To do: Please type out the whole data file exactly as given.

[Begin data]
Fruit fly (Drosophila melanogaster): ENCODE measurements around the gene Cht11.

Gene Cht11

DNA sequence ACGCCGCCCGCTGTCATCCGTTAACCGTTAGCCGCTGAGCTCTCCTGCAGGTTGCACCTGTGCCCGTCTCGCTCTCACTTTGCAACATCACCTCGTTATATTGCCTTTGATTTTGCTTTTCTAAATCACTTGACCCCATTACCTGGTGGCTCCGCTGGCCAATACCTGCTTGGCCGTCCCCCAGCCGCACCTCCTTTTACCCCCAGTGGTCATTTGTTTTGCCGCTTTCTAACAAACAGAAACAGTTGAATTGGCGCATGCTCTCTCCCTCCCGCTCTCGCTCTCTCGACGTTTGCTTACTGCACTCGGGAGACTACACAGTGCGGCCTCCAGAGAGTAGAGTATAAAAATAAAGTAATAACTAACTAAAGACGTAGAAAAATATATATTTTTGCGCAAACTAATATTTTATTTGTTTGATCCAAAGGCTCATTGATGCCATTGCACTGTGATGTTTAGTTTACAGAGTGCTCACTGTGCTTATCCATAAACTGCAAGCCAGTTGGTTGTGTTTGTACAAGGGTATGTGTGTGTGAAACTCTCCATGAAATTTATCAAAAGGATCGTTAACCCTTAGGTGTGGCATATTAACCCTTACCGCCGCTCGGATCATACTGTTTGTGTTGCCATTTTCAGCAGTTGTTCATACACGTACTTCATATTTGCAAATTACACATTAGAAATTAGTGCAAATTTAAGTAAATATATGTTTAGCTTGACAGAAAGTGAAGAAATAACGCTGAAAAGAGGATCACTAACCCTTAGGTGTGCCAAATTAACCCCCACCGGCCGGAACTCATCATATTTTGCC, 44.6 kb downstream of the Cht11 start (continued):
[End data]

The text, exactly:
Fruit fly (Drosophila melanogaster): ENCODE measurements around the gene Cht11.

Gene Cht11

DNA sequence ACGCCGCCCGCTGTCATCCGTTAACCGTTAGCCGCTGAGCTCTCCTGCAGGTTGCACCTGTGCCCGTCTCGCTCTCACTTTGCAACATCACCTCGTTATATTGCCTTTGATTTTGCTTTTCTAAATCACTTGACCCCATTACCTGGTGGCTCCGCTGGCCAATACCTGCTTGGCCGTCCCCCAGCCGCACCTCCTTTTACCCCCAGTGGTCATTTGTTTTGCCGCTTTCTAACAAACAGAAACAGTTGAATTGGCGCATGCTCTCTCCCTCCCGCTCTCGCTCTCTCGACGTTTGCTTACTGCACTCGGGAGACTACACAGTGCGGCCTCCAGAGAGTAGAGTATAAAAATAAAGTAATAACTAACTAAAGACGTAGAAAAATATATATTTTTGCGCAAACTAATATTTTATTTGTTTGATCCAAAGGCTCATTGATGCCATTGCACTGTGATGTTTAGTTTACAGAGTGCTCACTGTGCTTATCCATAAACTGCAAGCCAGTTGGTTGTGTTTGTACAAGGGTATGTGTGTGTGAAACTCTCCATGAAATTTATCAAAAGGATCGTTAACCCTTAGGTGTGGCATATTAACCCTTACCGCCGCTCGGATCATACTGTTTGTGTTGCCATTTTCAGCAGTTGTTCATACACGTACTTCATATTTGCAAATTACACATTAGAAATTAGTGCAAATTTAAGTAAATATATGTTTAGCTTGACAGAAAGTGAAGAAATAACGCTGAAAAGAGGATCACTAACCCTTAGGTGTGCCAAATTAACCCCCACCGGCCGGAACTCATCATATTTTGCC, 44.6 kb downstream of the Cht11 start (continued):